The Ducati 200SS
The jelly mold Ducati
All it takes is one look at the oddly-shaped tank on Alan Chalke’s spectacular Ducati 200SS to understand where the “Jelly Mold” moniker came from.
Photo By Gary Phelps
Years produced: 1959-1965
Claimed power: 18hp @ 7,500rpm
Top speed: 87mph (est.)
Engine: 203.783cc OHC, air-cooled single
Weight (dry): 111kg (244.2lbs)
Price then: N/A
Price now: $4,000 - $8,000
A life-long enthusiast, Alan Chalke built his own mini-bike when he was a kid — even getting pulled over by the police for riding it on the road. Years later and working in Southern California, he was hanging out at the Rock Store when he saw his first bevel-drive Ducati twin. “It was a 750 GT with round cases. I fell in love with it and went out and bought one,” Alan recalls.
That purchase sparked an interest in the marque, and Alan started collecting early Ducatis — which, as any Ducati fan will tell you, is not the easiest hobby to pursue. “The biggest drawback is the scarcity of parts, especially for vintage Ducatis,” Alan says. “There is a lack of people who know how to work on them, and parts are expensive when you can find them.” But early Ducatis weren’t always expensive. In fact, in their day, most small Ducatis were bought simply as transportation.
It’s important to appreciate that while today’s Ducati is renowned for producing championship-winning motorcycles with soul and power, there was a time when things didn’t look so promising for the Italian manufacturer. At the end of World War II, the Nazi retreat left Italy a mess. As Italians started putting their country back together, there was a pressing need for cheap transportation.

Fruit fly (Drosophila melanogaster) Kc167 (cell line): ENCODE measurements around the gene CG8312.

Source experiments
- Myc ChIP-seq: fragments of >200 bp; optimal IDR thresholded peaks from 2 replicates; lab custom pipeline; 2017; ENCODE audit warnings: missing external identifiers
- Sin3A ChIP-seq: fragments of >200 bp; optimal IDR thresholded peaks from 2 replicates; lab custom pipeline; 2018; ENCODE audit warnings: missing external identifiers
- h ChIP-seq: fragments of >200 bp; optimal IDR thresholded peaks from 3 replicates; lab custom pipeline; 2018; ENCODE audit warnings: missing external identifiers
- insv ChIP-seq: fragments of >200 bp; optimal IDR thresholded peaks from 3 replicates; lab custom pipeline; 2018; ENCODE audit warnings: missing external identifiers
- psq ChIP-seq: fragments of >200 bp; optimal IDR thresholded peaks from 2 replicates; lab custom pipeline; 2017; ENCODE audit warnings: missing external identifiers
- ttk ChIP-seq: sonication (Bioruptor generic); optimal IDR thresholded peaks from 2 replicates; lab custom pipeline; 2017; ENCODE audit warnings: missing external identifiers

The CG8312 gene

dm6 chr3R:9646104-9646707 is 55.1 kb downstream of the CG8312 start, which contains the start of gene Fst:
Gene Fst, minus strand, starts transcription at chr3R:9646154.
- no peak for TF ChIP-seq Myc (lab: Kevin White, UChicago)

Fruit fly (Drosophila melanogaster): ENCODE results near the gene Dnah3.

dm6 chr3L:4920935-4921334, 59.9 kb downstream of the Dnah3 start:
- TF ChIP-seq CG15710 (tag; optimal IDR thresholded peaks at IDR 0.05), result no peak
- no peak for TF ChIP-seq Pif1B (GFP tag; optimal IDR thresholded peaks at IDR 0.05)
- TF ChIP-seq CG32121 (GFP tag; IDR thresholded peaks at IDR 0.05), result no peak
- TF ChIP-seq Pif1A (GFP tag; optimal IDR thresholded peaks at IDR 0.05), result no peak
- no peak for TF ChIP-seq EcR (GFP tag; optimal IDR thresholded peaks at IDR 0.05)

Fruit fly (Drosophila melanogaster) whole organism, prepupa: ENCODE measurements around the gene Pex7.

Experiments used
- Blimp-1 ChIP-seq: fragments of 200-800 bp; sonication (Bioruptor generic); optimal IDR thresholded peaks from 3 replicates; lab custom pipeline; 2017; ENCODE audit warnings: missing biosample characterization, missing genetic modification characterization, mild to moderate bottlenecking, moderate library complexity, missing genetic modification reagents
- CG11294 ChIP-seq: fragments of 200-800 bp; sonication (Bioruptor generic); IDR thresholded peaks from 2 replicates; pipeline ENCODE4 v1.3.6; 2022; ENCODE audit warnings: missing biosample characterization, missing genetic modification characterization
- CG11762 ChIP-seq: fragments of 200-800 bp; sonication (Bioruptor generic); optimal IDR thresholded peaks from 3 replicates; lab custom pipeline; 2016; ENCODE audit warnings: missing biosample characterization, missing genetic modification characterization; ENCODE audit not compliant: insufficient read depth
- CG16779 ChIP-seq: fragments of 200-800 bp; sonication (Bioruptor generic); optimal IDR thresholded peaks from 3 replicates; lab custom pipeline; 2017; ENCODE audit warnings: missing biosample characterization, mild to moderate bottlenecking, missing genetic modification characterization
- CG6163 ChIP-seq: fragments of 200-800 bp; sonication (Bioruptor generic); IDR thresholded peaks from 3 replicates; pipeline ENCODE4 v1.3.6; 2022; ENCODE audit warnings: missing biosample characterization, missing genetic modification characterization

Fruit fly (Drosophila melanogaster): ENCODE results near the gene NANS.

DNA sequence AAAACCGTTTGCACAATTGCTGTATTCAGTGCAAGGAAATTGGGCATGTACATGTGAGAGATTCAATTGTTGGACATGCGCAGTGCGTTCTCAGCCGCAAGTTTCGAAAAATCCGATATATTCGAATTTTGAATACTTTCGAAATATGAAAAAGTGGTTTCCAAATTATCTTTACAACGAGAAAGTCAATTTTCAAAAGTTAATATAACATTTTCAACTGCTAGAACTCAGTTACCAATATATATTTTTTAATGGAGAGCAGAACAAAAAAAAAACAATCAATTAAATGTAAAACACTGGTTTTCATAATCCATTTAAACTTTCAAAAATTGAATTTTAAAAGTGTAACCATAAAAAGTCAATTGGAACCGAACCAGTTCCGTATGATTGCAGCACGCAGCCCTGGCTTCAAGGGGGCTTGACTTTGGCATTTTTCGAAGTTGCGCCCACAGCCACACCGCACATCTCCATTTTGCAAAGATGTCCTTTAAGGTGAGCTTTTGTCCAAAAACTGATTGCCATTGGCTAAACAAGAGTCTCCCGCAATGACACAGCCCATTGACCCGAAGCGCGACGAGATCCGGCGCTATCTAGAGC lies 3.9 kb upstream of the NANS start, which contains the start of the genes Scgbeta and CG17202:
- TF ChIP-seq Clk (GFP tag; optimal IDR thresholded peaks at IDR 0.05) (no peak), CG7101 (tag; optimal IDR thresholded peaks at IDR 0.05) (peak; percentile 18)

Many companies jumped into making small motorcycles, and Ducati was one of them. Located in Bologna, Ducati wasn’t originally a bike builder. The company started out in the 1920s making photographic and electrical equipment. During World War II, Ducati produced equipment for the war machine, and when the Allies invaded in 1944, the Ducati factory was destroyed.
Salvation came in 1946, when Ducati partnered with Italian company SIATA to build a small 48cc engine dubbed the Cucciolo (Little Pup). Designed to clip onto a standard bicycle, the engine was a hit with moto-hungry Italians, and by 1951 Ducati had bought out SIATA and was building complete motorcycles. In 1954 the company hired the legendary designer and engineer Fabio Taglioni with a plan to devise machines for the prestigious long distance races then held on Italian roads.
By 1955, Taglioni’s first offspring, the overhead-camshaft 98cc Gran Sport (later known as the Marianna), was embarrassing the competition. A 125cc racing single — the first Ducati with desmodromic valves, a technology that would become a signature of Ducati factory racers — came next. Ducati was on the move.
By the late 1950s, the Italian economy was on the upswing and Italians were ready for more than just transportation. To meet an increasing market for small sport bikes, Taglioni enlarged and detuned the non-Desmo Gran Sport engine for a range of sporty roadsters. The first of these, the 175 Sport, hit European showrooms in early 1957. It produced 14hp at 8,000rpm, could hit 85mph and yet was also capable of excellent gas mileage, an important ingredient in the European market.
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